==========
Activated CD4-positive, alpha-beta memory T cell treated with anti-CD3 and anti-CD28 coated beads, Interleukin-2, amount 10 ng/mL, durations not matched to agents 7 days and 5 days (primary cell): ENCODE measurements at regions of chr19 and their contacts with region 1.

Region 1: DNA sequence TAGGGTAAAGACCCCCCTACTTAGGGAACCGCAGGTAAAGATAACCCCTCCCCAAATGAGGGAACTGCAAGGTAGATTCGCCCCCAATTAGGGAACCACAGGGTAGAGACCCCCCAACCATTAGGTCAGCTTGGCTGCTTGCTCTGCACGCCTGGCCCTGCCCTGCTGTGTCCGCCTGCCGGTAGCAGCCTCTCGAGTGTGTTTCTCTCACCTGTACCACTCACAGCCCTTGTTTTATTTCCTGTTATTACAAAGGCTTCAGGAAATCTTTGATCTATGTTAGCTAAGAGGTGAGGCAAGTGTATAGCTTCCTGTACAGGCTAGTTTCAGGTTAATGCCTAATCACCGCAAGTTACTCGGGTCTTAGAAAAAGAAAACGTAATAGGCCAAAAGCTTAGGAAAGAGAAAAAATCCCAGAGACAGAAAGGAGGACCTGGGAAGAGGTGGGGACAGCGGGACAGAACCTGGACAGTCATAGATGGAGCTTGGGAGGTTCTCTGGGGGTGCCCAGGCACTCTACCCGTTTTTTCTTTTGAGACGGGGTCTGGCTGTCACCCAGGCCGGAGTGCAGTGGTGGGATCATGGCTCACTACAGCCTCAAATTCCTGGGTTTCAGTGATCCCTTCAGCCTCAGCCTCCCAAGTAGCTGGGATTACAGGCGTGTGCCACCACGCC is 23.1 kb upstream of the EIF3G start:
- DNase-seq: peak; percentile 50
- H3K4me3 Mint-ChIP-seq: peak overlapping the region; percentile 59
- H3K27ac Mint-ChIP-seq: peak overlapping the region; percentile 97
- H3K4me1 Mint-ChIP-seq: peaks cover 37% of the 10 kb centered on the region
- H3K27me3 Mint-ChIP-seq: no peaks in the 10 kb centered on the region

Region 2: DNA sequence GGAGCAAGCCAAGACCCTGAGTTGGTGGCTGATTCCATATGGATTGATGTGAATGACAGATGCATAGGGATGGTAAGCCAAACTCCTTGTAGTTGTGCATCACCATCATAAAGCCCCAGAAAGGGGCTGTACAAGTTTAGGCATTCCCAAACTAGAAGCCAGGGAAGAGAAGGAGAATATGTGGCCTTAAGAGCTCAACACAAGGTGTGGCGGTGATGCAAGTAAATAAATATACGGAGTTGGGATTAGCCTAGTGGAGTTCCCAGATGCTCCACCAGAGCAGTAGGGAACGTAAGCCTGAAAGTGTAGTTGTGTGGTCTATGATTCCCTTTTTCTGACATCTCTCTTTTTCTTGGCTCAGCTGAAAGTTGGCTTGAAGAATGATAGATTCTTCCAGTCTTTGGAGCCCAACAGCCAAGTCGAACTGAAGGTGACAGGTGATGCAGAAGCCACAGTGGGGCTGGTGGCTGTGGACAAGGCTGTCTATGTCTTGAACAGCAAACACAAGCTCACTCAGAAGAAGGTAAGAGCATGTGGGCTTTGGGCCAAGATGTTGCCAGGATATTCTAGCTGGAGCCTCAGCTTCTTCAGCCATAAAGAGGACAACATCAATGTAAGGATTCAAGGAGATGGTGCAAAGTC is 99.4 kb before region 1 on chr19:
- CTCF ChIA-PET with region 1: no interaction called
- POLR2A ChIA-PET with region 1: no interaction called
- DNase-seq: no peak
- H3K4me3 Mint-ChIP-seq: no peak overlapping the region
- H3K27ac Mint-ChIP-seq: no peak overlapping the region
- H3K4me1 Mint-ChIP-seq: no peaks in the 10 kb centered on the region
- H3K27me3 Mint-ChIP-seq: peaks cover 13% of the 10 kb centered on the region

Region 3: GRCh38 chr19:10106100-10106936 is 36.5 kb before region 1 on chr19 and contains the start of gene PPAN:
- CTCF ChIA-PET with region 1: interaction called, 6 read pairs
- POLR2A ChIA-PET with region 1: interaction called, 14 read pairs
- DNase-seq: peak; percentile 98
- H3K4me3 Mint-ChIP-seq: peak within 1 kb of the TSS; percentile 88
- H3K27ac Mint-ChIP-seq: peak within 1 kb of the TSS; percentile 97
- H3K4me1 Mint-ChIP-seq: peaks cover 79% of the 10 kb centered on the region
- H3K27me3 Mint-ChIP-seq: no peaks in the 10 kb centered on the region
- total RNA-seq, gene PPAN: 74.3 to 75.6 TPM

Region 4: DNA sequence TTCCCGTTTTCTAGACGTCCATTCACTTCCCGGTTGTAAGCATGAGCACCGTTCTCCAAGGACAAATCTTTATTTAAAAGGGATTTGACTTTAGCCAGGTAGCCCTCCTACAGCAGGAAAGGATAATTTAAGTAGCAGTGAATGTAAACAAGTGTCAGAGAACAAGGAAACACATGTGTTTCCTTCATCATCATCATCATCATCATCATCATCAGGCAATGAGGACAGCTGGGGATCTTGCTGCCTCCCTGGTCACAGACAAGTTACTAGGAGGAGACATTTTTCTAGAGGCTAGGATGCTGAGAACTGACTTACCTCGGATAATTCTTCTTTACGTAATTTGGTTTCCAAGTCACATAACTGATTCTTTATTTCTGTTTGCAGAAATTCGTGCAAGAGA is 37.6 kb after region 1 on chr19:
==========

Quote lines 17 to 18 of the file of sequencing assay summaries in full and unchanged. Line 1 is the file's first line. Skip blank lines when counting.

- CTCF ChIA-PET with region 1: interaction called, 6 read pairs
- POLR2A ChIA-PET with region 1: interaction called, 14 read pairs